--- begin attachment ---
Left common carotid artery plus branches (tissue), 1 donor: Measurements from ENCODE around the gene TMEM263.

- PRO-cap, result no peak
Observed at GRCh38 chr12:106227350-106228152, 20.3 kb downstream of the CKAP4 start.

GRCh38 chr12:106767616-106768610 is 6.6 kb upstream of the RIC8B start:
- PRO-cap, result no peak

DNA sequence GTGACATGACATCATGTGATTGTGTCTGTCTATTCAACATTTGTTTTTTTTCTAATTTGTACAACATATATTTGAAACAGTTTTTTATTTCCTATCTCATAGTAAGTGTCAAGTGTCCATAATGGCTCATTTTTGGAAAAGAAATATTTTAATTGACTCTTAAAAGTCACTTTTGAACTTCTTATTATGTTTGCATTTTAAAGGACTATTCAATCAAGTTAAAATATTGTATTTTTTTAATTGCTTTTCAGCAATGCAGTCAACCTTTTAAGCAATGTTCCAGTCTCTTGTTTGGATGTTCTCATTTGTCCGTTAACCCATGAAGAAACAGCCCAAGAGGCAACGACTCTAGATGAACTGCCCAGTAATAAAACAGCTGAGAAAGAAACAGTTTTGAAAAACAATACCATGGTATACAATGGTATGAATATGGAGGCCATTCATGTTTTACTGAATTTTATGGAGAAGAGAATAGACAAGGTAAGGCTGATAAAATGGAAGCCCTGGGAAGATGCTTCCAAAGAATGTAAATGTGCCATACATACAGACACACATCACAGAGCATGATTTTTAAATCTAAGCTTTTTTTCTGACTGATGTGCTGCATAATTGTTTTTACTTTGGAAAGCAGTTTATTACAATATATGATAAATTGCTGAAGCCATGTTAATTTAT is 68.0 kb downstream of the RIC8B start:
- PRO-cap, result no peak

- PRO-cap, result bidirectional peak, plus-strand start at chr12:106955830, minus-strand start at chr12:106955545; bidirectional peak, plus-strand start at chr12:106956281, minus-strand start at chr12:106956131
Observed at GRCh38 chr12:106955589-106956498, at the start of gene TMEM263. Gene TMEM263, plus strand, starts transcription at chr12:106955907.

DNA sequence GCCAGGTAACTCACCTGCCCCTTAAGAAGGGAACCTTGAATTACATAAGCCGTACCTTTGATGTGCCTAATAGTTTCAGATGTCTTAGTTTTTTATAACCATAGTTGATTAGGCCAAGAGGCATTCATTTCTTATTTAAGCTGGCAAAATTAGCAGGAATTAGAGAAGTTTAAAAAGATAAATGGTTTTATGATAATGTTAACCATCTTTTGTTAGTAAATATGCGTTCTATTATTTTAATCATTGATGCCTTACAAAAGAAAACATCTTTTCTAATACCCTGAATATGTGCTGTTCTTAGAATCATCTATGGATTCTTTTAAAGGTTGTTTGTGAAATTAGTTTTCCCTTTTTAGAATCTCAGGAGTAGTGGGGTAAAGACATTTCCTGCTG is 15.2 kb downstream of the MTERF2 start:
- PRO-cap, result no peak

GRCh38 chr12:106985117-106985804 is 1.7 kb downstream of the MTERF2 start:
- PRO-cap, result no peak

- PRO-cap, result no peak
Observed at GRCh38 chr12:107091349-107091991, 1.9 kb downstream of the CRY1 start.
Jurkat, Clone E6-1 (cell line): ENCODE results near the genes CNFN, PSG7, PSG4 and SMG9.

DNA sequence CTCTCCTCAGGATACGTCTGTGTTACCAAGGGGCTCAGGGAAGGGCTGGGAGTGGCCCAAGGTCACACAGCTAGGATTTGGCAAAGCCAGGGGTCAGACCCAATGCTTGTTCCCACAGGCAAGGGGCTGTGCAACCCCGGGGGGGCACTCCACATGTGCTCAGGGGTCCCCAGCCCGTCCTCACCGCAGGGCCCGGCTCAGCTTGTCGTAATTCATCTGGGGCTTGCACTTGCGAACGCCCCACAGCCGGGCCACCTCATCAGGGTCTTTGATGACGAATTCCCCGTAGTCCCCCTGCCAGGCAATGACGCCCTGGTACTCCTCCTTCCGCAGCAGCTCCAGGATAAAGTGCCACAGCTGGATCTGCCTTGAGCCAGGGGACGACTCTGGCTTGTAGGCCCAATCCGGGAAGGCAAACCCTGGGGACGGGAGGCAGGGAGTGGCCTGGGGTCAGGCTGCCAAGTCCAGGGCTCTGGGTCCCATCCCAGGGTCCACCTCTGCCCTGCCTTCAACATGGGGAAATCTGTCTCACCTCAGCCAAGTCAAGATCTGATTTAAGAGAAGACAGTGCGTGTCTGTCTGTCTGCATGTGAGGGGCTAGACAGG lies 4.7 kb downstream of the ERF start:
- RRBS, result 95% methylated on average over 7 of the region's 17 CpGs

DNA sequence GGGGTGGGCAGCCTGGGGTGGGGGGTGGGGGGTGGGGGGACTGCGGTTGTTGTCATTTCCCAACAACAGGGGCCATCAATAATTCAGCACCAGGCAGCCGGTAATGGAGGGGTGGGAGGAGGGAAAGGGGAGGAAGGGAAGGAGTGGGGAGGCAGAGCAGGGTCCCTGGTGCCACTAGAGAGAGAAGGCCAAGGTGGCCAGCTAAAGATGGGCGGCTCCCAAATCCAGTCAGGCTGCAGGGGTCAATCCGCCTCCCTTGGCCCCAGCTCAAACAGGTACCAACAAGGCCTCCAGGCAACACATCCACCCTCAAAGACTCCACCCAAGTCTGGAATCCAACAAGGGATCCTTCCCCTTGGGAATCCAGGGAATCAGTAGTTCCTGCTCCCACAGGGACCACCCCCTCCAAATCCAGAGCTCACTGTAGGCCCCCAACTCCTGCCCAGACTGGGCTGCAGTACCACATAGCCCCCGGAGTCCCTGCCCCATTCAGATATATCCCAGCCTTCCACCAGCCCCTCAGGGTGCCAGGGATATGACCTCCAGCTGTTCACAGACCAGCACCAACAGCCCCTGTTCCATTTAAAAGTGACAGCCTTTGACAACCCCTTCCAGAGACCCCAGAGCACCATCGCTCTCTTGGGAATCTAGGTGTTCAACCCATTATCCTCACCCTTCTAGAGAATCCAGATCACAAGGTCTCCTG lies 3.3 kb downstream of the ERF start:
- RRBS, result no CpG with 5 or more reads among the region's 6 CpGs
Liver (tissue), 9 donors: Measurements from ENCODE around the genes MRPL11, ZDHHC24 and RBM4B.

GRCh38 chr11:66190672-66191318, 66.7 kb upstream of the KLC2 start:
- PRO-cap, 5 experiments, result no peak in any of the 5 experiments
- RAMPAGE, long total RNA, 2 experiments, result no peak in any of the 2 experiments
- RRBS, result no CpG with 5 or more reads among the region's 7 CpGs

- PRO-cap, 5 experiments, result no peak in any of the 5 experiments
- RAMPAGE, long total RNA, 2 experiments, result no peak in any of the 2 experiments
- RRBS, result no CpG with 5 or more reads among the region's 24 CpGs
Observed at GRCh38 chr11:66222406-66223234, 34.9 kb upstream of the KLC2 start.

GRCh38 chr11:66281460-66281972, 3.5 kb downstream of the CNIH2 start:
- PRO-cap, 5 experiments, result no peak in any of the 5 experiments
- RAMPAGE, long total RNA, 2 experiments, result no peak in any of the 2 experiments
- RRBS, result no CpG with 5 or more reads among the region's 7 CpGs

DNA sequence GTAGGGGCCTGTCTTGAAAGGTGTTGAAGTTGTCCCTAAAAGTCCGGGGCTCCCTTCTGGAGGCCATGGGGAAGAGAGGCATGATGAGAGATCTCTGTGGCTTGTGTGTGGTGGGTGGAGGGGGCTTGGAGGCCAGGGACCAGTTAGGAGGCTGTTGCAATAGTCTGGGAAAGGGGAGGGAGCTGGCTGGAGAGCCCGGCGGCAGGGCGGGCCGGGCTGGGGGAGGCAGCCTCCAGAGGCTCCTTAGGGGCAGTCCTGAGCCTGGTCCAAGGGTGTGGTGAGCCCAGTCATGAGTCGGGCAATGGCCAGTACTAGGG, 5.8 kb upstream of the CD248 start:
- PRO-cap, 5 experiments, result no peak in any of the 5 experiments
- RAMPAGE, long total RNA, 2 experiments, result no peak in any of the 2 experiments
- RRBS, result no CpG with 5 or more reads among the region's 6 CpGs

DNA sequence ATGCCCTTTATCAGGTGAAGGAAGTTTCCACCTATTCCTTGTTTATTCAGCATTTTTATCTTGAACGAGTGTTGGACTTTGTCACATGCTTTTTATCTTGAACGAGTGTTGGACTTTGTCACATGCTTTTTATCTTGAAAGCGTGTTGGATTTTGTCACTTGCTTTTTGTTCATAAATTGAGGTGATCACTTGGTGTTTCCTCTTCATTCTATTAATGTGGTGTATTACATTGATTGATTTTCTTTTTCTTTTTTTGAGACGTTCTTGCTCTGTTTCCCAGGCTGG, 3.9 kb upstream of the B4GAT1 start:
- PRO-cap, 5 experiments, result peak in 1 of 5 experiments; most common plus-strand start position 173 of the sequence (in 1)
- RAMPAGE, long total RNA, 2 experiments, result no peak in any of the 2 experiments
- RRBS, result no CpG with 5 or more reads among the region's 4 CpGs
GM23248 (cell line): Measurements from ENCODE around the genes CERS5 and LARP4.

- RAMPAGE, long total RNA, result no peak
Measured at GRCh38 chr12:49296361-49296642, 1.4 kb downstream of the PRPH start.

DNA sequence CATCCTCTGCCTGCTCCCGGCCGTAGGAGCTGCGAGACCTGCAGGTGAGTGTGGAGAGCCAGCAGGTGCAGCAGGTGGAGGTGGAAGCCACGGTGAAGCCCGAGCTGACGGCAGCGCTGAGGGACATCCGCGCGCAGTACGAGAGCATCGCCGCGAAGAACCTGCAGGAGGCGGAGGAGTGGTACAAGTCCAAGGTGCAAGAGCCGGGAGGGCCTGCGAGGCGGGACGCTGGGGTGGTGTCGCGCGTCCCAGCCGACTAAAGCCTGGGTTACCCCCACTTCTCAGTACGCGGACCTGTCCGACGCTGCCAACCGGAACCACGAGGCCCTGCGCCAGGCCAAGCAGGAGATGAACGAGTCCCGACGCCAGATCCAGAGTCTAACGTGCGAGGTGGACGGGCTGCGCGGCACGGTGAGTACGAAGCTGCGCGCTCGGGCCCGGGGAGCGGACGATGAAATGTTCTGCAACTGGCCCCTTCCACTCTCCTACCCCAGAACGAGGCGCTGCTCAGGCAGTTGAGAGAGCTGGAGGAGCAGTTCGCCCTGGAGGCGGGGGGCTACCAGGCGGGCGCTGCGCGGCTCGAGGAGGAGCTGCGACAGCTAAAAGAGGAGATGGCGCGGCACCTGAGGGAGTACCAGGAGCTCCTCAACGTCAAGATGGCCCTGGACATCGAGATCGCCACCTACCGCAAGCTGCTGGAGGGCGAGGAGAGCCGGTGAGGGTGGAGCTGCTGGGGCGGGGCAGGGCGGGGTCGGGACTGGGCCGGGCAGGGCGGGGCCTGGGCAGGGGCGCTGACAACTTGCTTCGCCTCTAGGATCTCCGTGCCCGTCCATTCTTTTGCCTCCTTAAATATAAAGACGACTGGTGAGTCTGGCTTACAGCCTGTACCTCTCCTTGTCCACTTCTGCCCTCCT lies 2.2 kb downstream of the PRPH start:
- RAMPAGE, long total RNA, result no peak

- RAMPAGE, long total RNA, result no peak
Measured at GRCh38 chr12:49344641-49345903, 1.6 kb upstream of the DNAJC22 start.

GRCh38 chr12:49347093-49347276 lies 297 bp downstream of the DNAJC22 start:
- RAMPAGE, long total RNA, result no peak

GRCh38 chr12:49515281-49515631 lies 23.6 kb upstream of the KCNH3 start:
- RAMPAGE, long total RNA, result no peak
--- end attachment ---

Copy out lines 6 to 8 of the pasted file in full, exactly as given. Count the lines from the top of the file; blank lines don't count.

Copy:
DNA sequence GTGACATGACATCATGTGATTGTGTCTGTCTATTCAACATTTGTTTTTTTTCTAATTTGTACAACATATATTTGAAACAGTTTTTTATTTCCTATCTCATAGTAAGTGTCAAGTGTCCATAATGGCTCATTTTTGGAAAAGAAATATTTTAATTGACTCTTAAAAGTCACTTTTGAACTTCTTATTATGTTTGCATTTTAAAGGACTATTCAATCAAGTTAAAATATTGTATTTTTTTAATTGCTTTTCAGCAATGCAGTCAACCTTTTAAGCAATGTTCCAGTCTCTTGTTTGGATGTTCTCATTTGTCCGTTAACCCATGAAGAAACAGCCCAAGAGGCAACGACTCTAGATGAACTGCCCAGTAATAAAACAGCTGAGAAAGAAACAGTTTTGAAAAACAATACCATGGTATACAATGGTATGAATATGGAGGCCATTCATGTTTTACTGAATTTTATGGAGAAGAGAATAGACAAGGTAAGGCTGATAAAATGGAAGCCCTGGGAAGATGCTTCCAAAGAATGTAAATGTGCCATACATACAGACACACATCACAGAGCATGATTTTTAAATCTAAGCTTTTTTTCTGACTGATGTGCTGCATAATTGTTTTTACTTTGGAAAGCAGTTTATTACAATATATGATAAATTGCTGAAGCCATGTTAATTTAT is 68.0 kb downstream of the RIC8B start:
- PRO-cap, result no peak

- PRO-cap, result bidirectional peak, plus-strand start at chr12:106955830, minus-strand start at chr12:106955545; bidirectional peak, plus-strand start at chr12:106956281, minus-strand start at chr12:106956131